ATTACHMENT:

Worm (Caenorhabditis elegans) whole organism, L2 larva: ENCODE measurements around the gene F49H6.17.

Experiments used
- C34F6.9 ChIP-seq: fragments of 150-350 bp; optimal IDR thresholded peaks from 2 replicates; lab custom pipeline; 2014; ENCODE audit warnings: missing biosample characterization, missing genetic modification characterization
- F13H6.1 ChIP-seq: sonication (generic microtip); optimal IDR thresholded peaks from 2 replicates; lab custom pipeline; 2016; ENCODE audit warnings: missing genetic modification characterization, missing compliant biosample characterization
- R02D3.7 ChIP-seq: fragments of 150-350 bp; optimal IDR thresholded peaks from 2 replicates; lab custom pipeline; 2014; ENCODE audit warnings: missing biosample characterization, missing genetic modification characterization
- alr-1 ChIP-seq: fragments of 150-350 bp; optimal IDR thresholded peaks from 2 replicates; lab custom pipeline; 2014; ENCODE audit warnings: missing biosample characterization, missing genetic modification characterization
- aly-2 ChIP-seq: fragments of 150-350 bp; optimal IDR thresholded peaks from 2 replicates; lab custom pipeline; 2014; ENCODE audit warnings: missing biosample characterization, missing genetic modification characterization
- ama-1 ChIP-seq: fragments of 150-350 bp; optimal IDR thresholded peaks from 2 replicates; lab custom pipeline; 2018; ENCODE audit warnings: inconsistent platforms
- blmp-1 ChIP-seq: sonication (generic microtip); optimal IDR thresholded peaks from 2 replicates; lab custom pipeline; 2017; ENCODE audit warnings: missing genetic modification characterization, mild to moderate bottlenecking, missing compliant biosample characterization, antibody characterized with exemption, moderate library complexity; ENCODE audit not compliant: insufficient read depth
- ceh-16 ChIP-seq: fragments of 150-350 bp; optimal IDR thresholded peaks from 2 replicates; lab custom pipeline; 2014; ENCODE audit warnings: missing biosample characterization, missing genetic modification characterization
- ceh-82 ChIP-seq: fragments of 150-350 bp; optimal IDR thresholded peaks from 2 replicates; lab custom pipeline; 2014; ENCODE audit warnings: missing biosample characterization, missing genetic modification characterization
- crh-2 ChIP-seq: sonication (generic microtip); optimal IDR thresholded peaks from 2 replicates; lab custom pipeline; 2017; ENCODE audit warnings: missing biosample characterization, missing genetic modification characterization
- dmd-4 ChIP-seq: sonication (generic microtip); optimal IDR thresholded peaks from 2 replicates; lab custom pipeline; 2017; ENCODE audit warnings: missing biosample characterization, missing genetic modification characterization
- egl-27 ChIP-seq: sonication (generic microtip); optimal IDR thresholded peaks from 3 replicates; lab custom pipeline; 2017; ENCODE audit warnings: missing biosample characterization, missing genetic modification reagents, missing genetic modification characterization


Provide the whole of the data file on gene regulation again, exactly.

Worm (Caenorhabditis elegans) whole organism, L2 larva: ENCODE measurements around the gene F49H6.17.

Experiments used
- C34F6.9 ChIP-seq: fragments of 150-350 bp; optimal IDR thresholded peaks from 2 replicates; lab custom pipeline; 2014; ENCODE audit warnings: missing biosample characterization, missing genetic modification characterization
- F13H6.1 ChIP-seq: sonication (generic microtip); optimal IDR thresholded peaks from 2 replicates; lab custom pipeline; 2016; ENCODE audit warnings: missing genetic modification characterization, missing compliant biosample characterization
- R02D3.7 ChIP-seq: fragments of 150-350 bp; optimal IDR thresholded peaks from 2 replicates; lab custom pipeline; 2014; ENCODE audit warnings: missing biosample characterization, missing genetic modification characterization
- alr-1 ChIP-seq: fragments of 150-350 bp; optimal IDR thresholded peaks from 2 replicates; lab custom pipeline; 2014; ENCODE audit warnings: missing biosample characterization, missing genetic modification characterization
- aly-2 ChIP-seq: fragments of 150-350 bp; optimal IDR thresholded peaks from 2 replicates; lab custom pipeline; 2014; ENCODE audit warnings: missing biosample characterization, missing genetic modification characterization
- ama-1 ChIP-seq: fragments of 150-350 bp; optimal IDR thresholded peaks from 2 replicates; lab custom pipeline; 2018; ENCODE audit warnings: inconsistent platforms
- blmp-1 ChIP-seq: sonication (generic microtip); optimal IDR thresholded peaks from 2 replicates; lab custom pipeline; 2017; ENCODE audit warnings: missing genetic modification characterization, mild to moderate bottlenecking, missing compliant biosample characterization, antibody characterized with exemption, moderate library complexity; ENCODE audit not compliant: insufficient read depth
- ceh-16 ChIP-seq: fragments of 150-350 bp; optimal IDR thresholded peaks from 2 replicates; lab custom pipeline; 2014; ENCODE audit warnings: missing biosample characterization, missing genetic modification characterization
- ceh-82 ChIP-seq: fragments of 150-350 bp; optimal IDR thresholded peaks from 2 replicates; lab custom pipeline; 2014; ENCODE audit warnings: missing biosample characterization, missing genetic modification characterization
- crh-2 ChIP-seq: sonication (generic microtip); optimal IDR thresholded peaks from 2 replicates; lab custom pipeline; 2017; ENCODE audit warnings: missing biosample characterization, missing genetic modification characterization
- dmd-4 ChIP-seq: sonication (generic microtip); optimal IDR thresholded peaks from 2 replicates; lab custom pipeline; 2017; ENCODE audit warnings: missing biosample characterization, missing genetic modification characterization
- egl-27 ChIP-seq: sonication (generic microtip); optimal IDR thresholded peaks from 3 replicates; lab custom pipeline; 2017; ENCODE audit warnings: missing biosample characterization, missing genetic modification reagents, missing genetic modification characterization